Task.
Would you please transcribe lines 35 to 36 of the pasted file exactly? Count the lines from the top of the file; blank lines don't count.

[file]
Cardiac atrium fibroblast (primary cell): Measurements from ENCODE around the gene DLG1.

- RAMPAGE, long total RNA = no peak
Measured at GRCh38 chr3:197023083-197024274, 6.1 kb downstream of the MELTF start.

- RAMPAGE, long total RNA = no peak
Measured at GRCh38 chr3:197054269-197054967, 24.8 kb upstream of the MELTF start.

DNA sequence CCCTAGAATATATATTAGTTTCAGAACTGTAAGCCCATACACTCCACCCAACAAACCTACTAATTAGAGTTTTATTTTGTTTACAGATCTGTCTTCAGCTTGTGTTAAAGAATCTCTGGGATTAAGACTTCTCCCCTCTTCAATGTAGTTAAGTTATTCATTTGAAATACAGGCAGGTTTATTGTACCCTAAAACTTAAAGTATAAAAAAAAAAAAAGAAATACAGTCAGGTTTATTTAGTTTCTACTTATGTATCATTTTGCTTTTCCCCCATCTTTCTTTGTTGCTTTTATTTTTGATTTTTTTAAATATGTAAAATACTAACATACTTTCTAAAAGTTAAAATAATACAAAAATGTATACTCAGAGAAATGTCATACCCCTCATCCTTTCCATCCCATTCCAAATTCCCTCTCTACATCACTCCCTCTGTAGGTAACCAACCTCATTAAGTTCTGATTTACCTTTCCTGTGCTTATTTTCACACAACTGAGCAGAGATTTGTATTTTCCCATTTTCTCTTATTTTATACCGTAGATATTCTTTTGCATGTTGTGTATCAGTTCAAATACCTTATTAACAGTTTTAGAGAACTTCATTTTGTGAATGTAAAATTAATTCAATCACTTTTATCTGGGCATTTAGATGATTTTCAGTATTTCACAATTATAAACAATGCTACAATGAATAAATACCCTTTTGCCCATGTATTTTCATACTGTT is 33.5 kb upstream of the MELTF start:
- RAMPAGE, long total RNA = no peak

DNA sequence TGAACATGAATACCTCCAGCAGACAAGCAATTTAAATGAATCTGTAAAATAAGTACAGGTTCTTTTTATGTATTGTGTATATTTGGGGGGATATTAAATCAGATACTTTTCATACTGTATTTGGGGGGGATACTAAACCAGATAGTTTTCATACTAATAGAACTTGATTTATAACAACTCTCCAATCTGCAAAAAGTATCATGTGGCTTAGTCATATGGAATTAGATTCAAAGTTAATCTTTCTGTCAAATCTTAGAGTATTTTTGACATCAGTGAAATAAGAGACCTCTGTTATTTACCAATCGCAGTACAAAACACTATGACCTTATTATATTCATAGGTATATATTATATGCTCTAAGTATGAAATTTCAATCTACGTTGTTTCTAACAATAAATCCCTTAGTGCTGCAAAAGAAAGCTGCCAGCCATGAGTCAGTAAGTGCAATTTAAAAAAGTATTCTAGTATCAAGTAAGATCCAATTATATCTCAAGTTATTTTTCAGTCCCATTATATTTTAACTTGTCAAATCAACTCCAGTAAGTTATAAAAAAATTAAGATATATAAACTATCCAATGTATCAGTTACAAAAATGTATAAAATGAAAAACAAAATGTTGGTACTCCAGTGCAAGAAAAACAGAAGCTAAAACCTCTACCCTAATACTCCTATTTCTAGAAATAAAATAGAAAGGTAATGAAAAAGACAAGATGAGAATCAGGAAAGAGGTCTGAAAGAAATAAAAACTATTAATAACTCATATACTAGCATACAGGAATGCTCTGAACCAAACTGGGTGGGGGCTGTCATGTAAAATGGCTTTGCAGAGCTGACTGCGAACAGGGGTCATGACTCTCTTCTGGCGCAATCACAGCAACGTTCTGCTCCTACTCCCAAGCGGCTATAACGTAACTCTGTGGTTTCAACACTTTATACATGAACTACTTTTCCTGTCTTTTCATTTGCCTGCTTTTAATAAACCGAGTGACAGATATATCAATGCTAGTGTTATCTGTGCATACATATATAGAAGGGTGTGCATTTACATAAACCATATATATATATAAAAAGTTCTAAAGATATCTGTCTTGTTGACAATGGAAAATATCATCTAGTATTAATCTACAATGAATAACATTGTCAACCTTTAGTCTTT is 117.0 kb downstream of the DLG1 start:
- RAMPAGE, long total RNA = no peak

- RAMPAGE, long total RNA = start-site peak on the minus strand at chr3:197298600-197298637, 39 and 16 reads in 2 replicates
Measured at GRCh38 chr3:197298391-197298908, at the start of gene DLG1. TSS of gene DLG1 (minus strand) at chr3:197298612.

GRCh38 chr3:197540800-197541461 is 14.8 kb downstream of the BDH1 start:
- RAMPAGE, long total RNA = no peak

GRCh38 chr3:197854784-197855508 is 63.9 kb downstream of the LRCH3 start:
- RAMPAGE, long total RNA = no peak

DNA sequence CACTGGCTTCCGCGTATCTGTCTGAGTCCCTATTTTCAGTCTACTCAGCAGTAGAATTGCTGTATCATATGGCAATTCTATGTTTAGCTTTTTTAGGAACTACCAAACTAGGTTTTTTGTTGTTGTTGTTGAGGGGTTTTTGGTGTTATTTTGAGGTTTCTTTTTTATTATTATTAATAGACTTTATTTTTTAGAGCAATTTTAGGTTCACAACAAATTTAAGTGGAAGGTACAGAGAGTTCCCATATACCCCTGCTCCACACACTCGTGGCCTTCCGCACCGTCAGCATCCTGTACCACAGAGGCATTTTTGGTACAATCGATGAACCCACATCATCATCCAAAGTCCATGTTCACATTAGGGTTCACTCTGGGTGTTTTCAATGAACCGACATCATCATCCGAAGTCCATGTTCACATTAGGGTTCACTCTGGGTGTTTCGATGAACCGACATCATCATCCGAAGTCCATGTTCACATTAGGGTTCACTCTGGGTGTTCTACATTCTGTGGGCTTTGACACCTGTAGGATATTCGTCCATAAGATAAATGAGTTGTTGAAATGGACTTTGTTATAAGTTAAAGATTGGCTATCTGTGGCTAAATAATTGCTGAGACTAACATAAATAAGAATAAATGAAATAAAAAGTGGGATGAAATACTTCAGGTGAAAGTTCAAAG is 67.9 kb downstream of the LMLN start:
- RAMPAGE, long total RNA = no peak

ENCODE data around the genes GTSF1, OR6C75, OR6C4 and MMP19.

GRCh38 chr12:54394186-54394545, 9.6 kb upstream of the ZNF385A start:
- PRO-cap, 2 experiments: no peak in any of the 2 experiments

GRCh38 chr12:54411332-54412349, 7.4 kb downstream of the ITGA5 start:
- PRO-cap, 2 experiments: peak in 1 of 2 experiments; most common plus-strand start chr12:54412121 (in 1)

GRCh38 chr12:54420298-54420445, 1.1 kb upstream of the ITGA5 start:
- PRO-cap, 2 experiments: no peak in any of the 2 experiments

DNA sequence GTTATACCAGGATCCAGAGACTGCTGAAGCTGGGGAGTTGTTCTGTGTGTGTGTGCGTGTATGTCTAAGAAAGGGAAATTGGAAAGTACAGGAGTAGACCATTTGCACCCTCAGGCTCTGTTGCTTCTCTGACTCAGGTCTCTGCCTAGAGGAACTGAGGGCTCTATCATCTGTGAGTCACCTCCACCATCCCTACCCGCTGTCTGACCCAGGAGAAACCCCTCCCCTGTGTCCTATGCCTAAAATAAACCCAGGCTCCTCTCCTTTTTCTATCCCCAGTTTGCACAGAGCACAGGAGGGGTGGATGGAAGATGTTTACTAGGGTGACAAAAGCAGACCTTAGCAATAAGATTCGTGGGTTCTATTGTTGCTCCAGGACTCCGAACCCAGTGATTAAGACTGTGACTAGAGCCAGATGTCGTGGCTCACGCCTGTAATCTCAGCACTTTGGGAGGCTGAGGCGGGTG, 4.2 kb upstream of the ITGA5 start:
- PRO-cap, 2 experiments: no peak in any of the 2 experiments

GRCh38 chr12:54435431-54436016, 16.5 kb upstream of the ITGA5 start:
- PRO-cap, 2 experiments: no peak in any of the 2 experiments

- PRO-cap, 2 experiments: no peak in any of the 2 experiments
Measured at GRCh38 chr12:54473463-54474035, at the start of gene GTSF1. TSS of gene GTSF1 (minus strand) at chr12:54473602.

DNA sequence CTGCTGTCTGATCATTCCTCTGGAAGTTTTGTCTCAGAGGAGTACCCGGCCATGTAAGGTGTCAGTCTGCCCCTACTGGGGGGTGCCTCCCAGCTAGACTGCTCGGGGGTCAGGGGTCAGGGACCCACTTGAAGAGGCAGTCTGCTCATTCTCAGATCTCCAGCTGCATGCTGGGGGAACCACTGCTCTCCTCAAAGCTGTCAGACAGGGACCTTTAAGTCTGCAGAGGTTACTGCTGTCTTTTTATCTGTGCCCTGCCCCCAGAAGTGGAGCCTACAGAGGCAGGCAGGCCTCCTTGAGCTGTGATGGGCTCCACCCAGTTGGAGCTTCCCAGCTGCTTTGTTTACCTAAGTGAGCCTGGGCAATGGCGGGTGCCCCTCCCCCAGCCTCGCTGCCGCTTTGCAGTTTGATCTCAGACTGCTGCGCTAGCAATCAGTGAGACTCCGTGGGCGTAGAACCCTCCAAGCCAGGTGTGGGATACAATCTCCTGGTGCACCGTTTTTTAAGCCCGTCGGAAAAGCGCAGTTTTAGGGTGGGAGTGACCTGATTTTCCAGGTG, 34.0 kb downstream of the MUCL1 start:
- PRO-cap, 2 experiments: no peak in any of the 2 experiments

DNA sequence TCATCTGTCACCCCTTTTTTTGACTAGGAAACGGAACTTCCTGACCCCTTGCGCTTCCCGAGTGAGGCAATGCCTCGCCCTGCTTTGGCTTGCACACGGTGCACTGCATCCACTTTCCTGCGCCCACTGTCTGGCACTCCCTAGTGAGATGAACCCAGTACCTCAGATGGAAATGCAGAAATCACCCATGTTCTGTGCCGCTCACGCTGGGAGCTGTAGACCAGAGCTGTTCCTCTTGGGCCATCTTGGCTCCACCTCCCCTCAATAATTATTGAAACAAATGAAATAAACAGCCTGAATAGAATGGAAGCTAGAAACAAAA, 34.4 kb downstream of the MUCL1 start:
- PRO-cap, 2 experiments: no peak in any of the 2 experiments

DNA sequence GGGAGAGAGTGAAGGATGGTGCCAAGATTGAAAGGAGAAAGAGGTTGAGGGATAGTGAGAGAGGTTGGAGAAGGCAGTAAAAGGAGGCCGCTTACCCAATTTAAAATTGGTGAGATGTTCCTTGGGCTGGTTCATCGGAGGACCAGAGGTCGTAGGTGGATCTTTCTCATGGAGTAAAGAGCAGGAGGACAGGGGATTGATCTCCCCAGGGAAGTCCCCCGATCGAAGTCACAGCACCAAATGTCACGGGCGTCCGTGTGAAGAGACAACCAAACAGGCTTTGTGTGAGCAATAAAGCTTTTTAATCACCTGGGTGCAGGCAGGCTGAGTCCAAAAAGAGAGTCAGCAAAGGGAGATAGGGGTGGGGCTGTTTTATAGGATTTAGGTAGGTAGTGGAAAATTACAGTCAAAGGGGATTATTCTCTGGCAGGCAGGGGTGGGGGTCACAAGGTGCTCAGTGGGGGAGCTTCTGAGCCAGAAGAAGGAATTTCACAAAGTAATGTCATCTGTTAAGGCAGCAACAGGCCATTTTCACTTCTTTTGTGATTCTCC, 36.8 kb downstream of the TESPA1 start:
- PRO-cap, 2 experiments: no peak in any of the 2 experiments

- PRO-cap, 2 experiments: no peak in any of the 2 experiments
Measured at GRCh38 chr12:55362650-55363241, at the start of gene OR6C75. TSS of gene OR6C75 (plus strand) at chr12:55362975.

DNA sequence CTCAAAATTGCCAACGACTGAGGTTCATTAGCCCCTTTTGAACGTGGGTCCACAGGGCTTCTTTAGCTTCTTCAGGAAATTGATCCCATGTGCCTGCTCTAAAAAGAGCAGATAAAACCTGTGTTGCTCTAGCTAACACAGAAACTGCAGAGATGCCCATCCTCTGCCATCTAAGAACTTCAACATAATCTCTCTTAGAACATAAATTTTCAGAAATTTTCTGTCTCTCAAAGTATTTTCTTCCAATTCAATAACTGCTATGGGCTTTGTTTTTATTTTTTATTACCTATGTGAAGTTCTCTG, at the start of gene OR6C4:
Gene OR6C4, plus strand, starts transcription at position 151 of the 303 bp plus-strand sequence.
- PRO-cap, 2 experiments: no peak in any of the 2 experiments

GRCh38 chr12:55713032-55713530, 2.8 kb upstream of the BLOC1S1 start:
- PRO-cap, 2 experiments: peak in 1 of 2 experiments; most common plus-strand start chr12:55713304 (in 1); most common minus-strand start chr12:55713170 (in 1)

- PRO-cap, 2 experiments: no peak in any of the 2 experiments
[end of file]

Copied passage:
DNA sequence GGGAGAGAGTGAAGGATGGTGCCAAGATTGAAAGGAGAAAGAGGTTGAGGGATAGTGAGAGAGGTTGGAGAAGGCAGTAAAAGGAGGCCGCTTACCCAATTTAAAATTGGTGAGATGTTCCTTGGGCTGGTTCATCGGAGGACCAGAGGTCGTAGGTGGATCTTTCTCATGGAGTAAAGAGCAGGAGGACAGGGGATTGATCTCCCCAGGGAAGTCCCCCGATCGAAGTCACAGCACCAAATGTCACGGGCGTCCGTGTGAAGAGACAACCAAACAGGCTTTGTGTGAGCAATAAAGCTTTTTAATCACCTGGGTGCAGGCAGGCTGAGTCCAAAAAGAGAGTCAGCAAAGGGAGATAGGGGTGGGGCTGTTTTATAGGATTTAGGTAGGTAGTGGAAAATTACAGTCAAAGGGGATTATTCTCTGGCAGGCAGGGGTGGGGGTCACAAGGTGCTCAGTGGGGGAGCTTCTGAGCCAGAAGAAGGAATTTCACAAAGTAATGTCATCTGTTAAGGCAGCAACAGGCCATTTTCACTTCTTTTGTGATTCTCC, 36.8 kb downstream of the TESPA1 start:
- PRO-cap, 2 experiments: no peak in any of the 2 experiments